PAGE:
• Hepatotoxic agentsHepatotoxic agents: Elevations of liver enzymes have been reported with high doses of mistletoe (10). Theoretically, concurrent use of mistletoe with hepatotoxic agents may increase the risk of liver damage.
  • ImmunosuppressantsImmunosuppressants: Immunomodulatory effects have been proposed (9; 39; 87). Theoretically, European mistletoe may reduce the effects of immunosuppressant agents.
  • Thyroid hormonesThyroid hormones: Avoid use of mistletoe in hyperthyroid patients (8). The manufacturer of Iscador® noted that mistletoe may cause an inflammatory reaction when used during untreated hyperthyroidism.

Mistletoe/Herb/Supplement Interactions:
  • AbortifacientsAbortifacients: According to secondary sources, American mistletoe may stimulate uterine contractions. There is a potential for an interaction with abortifacients, although the clinical significance is unclear.
  • Antidepressant agents, monoamine oxidase inhibitors (MAOIs)Antidepressant agents, monoamine oxidase inhibitors (MAOIs): Theoretically, concomitant use of mistletoe and MAOIs may cause a hypertensive crisis, due to mistletoe containing tyramine.
  • Anti-inflammatory herbsAnti-inflammatory herbs: Mistletoe extract has been shown to relieve pain associated with joint diseases of the feet, hands, heels, hips, knees, shoulders, and spine (20). Theoretically, concurrent use with anti-inflammatories may cause additive effects.
  • AntineoplasticsAntineoplastics: Extensive literature exists on the use of mistletoe in cancer treatment. In vitro (cell-free and cellular preparations) and animal study has shown viscumin (lectin-1 or ML-1) to be cytotoxic to 3T3 cells, lethal to mice, and a potent inhibitor of protein synthesis (67; 68; 69; 70; 71; 72; 73; 74; 75). The lectins may target the carbohydrates on the cells' surface, causing agglutinations (76; 77; 78; 79; 80; 38; 45). Lectins can induce apoptosis in lymphocytes (activity: ML-3 > ML-2 > ML-1), human peripheral blood lymphocytes, human peripheral blood monocytes, murine thymocytes, human monocytic THP-1 cells, and human K 562 tumor cells, and in animal study (81; 82; 83; 84; 85), as well as an increase in the activity of natural killer cells and granulocyte phagocytosis in patients with breast cancer. There is a potential for an interaction with antineoplastic agents.
  • Cardiovascular herbs and supplementsCardiovascular herbs and supplements: Mistletoe (American and European) may cause hypertension or hypotension (6; 56). European mistletoe can have cardiotoxic and negative effects on heartbeat strength, cause reflex bradycardia or low blood pressure, and depolarize cardiac muscle. Severe dehydration caused by mistletoe may lead to hypovolemic shock and cardiovascular collapse (6). Alleged adverse side effects and complications tabulated include: bradycardia, cardiac arrest, dehydration, hypotension, and negative inotropic effects. One clinical trial reported that mistletoe adverse events included hypertension and hypotension (6). The use of mistletoe with cardiovascular agents should be administered with caution.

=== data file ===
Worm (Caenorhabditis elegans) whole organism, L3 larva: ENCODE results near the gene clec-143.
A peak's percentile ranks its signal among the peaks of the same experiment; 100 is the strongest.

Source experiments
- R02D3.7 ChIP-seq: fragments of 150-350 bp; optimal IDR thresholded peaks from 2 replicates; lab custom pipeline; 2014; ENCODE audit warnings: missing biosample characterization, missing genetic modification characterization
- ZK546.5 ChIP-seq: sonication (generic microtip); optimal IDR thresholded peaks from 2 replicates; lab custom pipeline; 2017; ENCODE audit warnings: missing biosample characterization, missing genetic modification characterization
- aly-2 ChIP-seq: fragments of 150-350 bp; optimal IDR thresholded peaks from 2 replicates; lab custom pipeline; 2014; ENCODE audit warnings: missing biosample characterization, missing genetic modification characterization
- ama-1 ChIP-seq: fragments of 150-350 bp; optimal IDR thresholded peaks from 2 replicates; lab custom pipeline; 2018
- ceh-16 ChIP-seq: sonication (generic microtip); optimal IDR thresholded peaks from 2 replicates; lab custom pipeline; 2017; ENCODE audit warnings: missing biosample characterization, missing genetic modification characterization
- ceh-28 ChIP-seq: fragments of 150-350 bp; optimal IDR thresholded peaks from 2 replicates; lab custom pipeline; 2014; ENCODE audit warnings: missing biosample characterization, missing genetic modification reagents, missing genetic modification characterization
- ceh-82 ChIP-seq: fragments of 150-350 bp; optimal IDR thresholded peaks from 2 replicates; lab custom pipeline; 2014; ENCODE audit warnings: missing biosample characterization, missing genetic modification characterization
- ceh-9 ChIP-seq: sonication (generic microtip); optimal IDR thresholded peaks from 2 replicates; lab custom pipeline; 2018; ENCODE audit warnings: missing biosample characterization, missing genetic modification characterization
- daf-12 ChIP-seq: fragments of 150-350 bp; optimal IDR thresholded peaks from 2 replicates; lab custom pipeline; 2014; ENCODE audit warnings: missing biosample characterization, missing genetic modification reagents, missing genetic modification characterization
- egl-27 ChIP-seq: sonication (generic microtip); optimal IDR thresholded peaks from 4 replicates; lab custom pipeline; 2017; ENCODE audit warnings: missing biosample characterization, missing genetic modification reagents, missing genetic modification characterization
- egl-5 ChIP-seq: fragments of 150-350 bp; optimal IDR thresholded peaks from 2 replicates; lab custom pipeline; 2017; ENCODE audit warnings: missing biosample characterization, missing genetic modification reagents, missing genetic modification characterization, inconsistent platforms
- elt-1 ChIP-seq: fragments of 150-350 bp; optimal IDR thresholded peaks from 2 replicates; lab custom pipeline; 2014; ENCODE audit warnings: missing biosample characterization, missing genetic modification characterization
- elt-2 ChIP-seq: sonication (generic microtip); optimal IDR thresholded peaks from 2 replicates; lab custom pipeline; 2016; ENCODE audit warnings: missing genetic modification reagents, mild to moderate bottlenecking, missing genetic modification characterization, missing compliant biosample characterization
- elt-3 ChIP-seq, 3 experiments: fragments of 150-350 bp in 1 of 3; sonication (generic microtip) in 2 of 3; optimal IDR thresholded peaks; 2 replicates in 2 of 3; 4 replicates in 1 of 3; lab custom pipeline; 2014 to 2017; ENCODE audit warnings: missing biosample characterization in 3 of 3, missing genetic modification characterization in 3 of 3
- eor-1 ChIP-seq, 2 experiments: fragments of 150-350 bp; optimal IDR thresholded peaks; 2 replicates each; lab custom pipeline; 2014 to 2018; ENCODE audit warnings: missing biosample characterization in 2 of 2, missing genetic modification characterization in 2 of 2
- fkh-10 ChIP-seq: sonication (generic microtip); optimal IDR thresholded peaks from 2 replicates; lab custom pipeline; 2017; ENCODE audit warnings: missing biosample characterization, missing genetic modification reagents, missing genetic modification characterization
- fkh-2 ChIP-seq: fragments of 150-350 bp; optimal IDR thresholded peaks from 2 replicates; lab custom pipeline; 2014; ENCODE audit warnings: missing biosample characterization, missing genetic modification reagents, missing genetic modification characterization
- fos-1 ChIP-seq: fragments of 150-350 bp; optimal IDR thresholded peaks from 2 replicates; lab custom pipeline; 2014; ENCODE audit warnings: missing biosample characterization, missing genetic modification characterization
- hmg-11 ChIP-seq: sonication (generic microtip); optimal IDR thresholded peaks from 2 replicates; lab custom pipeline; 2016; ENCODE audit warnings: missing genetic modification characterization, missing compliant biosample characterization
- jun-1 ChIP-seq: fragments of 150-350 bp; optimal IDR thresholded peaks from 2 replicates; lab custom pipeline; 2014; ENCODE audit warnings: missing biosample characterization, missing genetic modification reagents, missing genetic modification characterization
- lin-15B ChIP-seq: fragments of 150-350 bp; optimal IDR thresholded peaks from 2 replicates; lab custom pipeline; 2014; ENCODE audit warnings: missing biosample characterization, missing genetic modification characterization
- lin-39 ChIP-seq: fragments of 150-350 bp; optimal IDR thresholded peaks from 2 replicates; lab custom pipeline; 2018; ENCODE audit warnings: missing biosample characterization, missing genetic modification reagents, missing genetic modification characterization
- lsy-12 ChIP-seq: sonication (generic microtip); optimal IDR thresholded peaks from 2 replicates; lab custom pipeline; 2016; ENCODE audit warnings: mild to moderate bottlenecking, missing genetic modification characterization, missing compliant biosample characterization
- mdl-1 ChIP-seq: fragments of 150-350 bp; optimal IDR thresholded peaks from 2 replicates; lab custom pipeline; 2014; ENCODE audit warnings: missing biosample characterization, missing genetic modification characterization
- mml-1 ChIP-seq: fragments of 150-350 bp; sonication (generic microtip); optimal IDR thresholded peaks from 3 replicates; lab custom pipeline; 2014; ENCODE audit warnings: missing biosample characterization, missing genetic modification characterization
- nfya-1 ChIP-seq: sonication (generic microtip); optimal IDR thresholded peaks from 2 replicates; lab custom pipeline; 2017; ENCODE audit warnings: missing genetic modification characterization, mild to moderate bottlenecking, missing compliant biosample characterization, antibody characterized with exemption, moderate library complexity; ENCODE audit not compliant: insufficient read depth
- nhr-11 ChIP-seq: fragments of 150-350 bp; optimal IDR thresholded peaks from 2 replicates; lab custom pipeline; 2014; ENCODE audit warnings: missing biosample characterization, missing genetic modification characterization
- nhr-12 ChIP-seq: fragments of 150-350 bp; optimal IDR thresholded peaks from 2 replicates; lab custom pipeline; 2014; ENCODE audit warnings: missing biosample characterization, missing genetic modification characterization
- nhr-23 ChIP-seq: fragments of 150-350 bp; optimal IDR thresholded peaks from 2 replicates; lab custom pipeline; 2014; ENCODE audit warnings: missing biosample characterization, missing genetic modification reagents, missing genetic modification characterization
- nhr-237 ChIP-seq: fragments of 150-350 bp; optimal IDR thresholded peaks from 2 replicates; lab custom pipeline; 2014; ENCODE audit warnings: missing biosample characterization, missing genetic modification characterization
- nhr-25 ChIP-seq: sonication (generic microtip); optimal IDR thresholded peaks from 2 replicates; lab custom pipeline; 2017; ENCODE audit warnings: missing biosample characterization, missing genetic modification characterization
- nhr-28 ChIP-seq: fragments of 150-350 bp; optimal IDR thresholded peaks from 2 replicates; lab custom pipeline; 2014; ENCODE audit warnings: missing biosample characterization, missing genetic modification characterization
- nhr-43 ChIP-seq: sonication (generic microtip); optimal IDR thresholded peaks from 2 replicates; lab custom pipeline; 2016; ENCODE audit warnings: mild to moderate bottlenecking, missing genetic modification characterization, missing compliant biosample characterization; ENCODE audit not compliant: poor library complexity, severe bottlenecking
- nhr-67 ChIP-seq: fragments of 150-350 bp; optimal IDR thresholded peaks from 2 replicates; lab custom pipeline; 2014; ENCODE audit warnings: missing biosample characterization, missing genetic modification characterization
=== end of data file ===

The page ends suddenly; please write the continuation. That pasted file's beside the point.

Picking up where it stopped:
• Cholinergic herbsCholinergic herbs: Mydriasis and myosis or myalgia have been observed in patients using mistletoe (6). Theoretically, concomitant use of mistletoe and cholinergic agents, particularly glaucoma agents, may cause additive effects and increase the risk of adverse effects.
  • DiureticsDiuretics: Mistletoe extract has been shown to cause severe dehydration (6). Theoretically, concurrent use may increase the risk of adverse effects.
  • GarlicGarlic: According to secondary sources, concomitant use of garlic and mistletoe may result in additive hypotensive action.
  • Hawthorn (Crataegus oxyacantha)Hawthorn (Crataegus oxyacantha): According to secondary sources, concomitant use of hawthorn and mistletoe may theoretically result in additive hypotensive action, although it is commonly used in formulations with mistletoe in Iscador® product (motherwort, kelp, wild lettuce, skullcap, and mistletoe).
  • Hepatotoxic herbs and supplementsHepatotoxic herbs and supplements: Elevations of liver enzymes have been reported with high doses of mistletoe (10). Theoretically concurrent use of mistletoe with hepatotoxic agents may increase the risk of liver damage.